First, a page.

Claire Buchanan
Claire L. Buchanan, M.D., FACS

Claire L. Buchanan, M.D., FACS

Claire L. Buchanan, M.D., FACS
Specialty

Breast Surgery, Breast-Cancer Surgery

Clinical Interests / Special Procedures Performed

Breast Aspiration, Breast Biopsy, Breast Cancer, Breast Pathology, Breast Surgery, Cancer Screening, Cancer Surgery, Sentinel Lymph Node Biopsy

  • Accepting Children: No
  • Accepting New Patients: Yes
  • Accepting Medicare: Yes
  • Accepting Medicaid/DSHS: Yes
Payment Methods Accepted:

Medicare, Medicaid/DSHS, Bill Insurance, VISA, Master Card, Cash, Check, American Express, Discover Card, Money Order

Insurance Accepted:

Contact this office for accepted insurance plans.

Additional Information:

Research Fellow, University of Southern California, Norris Comprehensive Cancer Center Fellow, American College of Surgeons Candidate, Society of Surgical Oncology Member, American Society of Breast Surgeons Member, American Society of Breast Diseases Member, Association of Women Surgeons


Dr. Buchanan was voted "Top Doctors" in Seattle Magazine (2013, 2014).

Surveys were mailed to physicians in King, Pierce, Snohomish and Kitsap counties. The survey asked physicians to name the provider they would seek out or recommend to loved ones.

News Release

Philosophy of Care

I encourage my patients to become full participants in their care. I believe a team approach with the patient as an equal partner in the decision making process is essential for a thorough and thoughtful approach to treatment.

Medical School

University of Chicago-Pritzker School of Medicine

Residency

St. Joseph Mercy Hospital-General Surgery

Fellowship(s)

Memorial Sloan-Kettering Cancer Center-Breast Surgery

Board Certifications

General Surgery, June 2005

Professional Associations:

Society of Surgical Oncology, American Society of Breast Surgeons, American Sociey of Breast Disease

Awards:

Seattle Top Doc July 2013, Dr. Michael Burt Award for Clnical Excellence June 2005, Memorial Sloan Kettering Cancer Center

Additional Information:

Research Fellow, University of Southern California, Norris Comprehensive Cancer Center Fellow, American College of Surgeons Candidate, Society of Surgical Oncology Member, American Society of Breast Surgeons Member, American Society of Breast Diseases Member, Association of Women Surgeons


Dr. Buchanan was voted "Top Doctors" in Seattle Magazine (2013, 2014).

Surveys were mailed to physicians in King, Pierce, Snohomish and Kitsap counties. The survey asked physicians to name the provider they would seek out or recommend to loved ones.

News Release

Bilateral Mastectomies: a patient’s personal decision

Last week the Seattle Times reported that women diagnosed with early stage breast cancer in one breast are choosing to have bilateral mastectomies to reduce their chances of getting cancer again, but recent research shows that that there is no survival benefit, even in younger women. Researchers at Stanford and the Cancer Prevention Institute of California evaluated the outcomes of over 190,000 women from the California Cancer registry who were diagnosed with breast cancer in one breast between 1998 and 2011. The rate of bilateral mastectomies rose from 2% to 12.3% over the study period, yet there was no survival benefit to bilateral mastectomies versus lumpectomy and radiation.

To those of us who work in the field, this data comes as no surprise; the trend of bilateral mastectomies is a known phenomenon. More than 10 years ago, I remember the chatter among surgeons at national meetings asking if others noticed that more and more, younger women were coming in asking for bilateral mastectomies. Back in 2007, Dr. Todd Tuttle authored a study in the Journal of Clinical Oncology that found that the rate of contralateral prophylactic mastectomy was on the rise, from just under 2% in 1998 to 5% in 2003. This week’s study only validates that this upward trend shows no sign of leveling off.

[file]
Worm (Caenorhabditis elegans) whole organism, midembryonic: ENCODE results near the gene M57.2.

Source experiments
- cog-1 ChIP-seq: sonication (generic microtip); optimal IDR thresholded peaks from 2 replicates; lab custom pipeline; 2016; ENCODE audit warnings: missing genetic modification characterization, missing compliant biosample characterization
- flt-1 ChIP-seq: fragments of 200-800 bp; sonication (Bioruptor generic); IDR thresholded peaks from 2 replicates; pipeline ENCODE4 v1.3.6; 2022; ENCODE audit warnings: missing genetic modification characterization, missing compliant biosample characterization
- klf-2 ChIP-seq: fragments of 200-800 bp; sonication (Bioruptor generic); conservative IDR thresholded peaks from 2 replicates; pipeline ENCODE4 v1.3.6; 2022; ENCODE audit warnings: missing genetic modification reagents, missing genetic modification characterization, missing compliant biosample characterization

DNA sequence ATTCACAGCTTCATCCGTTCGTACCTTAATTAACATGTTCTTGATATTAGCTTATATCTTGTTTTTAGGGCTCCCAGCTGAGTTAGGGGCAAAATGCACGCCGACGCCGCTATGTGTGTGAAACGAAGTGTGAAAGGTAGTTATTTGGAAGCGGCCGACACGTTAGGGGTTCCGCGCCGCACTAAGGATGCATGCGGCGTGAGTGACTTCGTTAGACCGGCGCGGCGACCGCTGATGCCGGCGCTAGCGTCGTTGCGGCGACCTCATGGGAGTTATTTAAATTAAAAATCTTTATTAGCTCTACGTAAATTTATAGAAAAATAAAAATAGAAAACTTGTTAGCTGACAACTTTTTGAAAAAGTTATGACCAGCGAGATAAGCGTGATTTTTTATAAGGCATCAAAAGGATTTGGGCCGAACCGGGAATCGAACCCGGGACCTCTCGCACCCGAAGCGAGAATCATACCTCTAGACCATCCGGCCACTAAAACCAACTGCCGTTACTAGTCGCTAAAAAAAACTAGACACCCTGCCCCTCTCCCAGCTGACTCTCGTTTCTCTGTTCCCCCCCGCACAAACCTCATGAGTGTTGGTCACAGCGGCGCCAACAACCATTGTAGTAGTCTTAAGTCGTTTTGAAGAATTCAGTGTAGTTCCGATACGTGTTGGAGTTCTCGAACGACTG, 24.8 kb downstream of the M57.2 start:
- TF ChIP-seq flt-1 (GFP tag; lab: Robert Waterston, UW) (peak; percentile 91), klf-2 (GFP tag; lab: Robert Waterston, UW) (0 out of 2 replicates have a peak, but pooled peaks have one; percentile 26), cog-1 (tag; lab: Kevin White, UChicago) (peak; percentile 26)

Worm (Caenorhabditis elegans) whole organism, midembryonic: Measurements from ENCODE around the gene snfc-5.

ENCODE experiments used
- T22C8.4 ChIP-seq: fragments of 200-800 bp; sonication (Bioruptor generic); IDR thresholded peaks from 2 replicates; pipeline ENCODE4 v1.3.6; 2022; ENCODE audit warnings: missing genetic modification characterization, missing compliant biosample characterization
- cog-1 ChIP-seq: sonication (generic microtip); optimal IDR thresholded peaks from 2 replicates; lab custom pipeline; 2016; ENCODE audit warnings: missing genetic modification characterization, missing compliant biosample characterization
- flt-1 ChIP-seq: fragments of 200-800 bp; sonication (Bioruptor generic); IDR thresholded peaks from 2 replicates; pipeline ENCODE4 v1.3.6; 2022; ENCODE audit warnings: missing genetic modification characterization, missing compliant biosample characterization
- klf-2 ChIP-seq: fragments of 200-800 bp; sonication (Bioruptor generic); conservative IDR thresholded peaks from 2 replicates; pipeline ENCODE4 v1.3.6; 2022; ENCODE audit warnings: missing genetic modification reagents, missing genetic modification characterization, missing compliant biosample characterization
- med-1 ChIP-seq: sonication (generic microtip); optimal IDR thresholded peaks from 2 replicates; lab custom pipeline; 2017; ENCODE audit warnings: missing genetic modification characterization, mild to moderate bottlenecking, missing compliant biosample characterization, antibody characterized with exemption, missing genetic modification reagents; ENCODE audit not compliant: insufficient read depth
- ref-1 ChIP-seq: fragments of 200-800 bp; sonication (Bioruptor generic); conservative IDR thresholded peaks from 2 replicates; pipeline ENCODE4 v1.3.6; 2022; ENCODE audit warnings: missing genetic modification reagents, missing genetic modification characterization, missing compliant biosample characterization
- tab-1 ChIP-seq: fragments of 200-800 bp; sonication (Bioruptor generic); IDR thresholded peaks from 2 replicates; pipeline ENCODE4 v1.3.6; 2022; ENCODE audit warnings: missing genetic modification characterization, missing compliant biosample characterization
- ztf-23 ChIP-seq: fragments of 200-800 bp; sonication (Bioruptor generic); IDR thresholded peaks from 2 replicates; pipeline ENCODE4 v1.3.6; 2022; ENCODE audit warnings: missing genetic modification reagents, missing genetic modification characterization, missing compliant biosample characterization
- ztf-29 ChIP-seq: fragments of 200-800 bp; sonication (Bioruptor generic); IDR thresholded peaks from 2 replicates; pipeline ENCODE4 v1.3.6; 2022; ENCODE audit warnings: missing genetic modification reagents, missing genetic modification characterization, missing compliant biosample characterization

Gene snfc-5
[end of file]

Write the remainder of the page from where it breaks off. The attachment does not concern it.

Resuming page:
Why do patients choose bilateral mastectomies?

Many women ....

Reducing visits to the operating room for breast cancer patients

Swedish Cancer Institute has changed the way early stage breast cancer patients are cared for by adopting new surgical margin guidelines.  These guidelines will reduce the need for taking women back to the operating room if cancer cells are found at or near the specimen edge, also known as the margin. Following extensive review of the data, this new guideline was established by breast experts from the Society of Surgical Oncology and the American Society of Radiation Oncology and has been endorsed by the American Society of Breast Surgeons and the American Society of Clinical Oncology.
 
Many women with early stage invasive breast cancer opt for breast conserving surgery, known as lumpectomy or partial mastectomy. For 20-25% of these patients, a second surgery or re-excision was performed because the margin was not considered adequate based on previous practice guidelines. The latest peer reviewed evidence shows disease control is excellent when surgery is combined with whole breast radiation with or without hormonal therapy and/or chemotherapy, regardless of the margin width.
 
The Swedish Cancer Institute’s multidisciplinary breast cancer team reviewed and approved these guidelines for our program. We believe by reducing the need ...

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Offices

True Family Women's Cancer Center
1221 Madison St.
Seattle, WA 98104
Phone: 1-(855)-TRUECTR (1-855-8783287) or (206) 215-5900

Map & Directions

True Family Women's Cancer Center
1221 Madison St.
6th Floor
Seattle, WA 98104
Phone: 206-215-6400

Map & Directions

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